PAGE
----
Reward excellence

Hard work and great results need to be acknowledged by management. Few things are more disheartening in the workplace than top class work not being appreciated. Acknowledgement can take the form of bonuses and generous commission rates or staff outings and parties. If employers feel their efforts are going unnoticed they can feel undervalued and begin to look at other organisations where they may receive more recognition and rewards.

 

 

Allow for work/life balance

Companies that recognise that employees have lives outside of the workplace generally have higher staff retention rates. If at all possible, offer schemes that allow for flexi time and even working from home. For example I’m currently working remotely from Canada for Sigmar in Ireland as I really wanted to go travelling for a few months without having to look for a job, so my boss has let me do that.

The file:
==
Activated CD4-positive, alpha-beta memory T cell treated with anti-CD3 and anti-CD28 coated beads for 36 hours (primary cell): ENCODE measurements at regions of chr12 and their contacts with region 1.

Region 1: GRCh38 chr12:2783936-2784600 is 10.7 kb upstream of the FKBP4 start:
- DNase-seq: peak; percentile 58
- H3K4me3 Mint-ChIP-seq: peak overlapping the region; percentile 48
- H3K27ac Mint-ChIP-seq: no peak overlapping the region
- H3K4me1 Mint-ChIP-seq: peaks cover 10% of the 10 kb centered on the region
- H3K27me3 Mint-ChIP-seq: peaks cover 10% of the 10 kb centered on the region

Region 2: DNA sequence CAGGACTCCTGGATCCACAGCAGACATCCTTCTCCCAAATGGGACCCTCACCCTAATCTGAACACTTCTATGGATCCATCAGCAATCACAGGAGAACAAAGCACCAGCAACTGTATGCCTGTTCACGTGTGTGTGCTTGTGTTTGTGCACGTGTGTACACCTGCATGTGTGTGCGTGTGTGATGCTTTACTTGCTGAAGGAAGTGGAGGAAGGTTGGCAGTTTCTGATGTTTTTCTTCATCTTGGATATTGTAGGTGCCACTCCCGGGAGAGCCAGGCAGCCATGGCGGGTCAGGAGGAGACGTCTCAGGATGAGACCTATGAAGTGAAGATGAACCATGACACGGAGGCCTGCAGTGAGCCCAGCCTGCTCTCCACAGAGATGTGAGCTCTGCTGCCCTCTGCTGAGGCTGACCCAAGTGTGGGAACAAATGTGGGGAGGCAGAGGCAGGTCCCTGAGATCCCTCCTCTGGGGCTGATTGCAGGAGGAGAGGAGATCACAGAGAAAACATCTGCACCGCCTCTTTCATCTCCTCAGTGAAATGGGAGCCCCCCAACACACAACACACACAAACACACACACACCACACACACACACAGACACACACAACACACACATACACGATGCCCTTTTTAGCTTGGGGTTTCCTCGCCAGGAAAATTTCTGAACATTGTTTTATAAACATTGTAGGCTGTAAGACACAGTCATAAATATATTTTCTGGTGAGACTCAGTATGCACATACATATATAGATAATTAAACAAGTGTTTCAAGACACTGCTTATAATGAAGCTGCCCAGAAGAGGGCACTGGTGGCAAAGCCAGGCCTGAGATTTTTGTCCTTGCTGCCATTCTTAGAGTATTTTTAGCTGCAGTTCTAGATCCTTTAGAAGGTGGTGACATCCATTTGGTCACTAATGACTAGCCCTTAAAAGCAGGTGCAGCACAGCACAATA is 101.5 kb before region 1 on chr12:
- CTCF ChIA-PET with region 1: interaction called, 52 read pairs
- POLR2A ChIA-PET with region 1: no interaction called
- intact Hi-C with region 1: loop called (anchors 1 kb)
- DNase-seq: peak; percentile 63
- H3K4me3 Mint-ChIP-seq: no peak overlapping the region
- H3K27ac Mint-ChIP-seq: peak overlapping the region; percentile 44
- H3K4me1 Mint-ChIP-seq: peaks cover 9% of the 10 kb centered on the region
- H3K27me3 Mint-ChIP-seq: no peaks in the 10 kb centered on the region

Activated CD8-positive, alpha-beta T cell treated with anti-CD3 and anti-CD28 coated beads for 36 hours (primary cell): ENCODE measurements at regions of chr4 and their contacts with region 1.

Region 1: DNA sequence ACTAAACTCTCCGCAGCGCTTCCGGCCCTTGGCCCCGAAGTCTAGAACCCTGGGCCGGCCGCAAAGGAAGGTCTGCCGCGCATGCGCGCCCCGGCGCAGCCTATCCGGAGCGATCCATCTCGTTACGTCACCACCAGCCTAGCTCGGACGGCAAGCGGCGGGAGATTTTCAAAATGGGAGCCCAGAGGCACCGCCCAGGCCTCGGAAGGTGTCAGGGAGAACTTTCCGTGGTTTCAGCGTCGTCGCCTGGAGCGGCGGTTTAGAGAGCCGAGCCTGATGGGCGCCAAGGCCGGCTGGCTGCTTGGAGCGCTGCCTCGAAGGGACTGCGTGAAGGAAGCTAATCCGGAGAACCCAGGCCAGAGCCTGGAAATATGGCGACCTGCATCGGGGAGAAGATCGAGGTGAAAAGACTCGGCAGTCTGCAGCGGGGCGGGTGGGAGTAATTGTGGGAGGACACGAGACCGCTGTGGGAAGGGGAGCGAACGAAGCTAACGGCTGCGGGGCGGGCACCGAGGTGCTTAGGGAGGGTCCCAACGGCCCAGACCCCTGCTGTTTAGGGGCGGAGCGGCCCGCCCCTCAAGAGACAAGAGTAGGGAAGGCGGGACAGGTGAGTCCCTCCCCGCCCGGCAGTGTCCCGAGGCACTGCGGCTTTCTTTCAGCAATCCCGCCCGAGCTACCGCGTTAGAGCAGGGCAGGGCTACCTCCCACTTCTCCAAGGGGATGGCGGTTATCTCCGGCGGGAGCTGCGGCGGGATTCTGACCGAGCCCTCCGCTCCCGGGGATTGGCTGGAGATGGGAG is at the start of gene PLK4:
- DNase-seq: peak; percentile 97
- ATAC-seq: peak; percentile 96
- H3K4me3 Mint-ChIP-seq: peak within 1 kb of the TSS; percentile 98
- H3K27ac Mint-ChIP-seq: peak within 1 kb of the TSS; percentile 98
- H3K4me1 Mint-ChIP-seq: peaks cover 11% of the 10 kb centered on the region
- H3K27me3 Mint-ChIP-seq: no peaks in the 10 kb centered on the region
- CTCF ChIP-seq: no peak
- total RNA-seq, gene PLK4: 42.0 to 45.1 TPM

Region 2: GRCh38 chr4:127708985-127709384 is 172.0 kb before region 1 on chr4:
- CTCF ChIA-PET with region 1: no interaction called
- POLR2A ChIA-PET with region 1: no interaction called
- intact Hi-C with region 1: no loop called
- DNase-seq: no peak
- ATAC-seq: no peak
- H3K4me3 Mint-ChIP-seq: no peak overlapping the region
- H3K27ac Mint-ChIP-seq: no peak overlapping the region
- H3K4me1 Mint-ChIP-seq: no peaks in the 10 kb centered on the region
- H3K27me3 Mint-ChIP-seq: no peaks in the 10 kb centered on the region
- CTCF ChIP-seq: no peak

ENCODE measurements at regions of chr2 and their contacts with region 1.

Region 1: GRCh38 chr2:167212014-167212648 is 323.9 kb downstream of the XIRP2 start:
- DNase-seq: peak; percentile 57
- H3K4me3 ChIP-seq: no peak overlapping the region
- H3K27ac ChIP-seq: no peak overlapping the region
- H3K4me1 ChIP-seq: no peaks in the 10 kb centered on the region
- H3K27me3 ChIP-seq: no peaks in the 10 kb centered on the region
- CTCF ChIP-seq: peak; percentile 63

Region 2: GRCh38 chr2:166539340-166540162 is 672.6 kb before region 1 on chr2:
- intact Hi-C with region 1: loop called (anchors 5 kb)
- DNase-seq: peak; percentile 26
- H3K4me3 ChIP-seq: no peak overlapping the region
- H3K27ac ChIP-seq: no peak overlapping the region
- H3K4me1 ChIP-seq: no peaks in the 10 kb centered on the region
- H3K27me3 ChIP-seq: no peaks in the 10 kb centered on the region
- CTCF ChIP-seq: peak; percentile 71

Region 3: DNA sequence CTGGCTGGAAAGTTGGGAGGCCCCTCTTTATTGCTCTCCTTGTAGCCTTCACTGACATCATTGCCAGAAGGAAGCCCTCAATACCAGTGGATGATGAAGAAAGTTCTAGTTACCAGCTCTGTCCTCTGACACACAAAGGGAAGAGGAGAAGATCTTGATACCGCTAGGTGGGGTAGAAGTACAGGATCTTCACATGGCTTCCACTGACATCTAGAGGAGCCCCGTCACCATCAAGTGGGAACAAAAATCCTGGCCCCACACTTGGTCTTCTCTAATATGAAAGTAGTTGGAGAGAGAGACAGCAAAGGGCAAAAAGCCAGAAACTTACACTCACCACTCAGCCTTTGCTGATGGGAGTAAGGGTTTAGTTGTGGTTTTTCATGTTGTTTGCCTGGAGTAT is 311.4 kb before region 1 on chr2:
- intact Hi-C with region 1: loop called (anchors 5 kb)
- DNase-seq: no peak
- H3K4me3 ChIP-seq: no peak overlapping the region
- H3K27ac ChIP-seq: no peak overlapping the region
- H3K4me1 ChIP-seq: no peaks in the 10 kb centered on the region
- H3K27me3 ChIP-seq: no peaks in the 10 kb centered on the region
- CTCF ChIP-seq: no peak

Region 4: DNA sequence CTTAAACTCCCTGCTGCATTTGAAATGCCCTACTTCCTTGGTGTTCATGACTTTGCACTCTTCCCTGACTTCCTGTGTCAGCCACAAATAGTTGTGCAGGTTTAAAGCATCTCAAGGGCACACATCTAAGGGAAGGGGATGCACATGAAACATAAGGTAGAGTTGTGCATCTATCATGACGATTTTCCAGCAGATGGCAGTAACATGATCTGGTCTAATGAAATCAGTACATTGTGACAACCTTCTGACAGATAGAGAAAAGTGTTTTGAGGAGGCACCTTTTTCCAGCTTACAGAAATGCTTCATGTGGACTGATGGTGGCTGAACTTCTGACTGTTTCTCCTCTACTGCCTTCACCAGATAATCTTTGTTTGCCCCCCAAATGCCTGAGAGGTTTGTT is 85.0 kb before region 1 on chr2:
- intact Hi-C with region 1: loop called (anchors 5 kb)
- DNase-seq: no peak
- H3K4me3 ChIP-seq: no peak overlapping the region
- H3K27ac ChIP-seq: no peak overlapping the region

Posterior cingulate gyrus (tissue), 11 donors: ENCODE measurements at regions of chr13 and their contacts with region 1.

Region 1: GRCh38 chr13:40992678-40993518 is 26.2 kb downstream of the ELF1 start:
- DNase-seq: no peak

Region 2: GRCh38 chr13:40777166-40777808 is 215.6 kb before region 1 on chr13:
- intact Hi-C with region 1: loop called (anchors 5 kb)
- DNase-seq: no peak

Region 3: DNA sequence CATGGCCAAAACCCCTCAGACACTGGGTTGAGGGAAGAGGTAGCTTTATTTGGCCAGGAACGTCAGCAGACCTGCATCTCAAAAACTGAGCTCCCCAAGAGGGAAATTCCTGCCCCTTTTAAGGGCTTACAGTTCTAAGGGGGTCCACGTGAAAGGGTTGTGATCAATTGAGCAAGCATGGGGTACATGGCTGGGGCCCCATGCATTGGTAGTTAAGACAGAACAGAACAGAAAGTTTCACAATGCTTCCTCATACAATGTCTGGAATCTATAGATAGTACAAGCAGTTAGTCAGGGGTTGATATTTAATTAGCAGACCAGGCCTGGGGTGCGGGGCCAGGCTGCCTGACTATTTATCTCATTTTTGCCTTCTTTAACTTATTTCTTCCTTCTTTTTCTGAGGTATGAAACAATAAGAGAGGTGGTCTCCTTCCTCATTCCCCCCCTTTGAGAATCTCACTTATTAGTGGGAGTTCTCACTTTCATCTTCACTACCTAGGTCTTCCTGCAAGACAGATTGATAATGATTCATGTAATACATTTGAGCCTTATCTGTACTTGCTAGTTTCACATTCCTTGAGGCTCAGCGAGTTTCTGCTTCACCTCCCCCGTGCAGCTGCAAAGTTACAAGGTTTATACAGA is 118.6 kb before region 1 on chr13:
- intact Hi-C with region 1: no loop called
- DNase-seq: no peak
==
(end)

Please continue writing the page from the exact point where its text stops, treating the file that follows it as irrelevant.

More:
Ensure that you have adequate sick leave in place and provide sufficient holiday time. If employees don’t feel that they are receiving good perks or are unhappy with their work/life balance they could think about making a move.

 

 

Provide a platform for continued learning

Assertive employees want to learn and grow within an organisation. Allow them to attend seminars and training courses and sit internal exams if feasible. Staff will be grateful for the chance to upskill and increase their knowledge base.

 

 

Opportunity for progression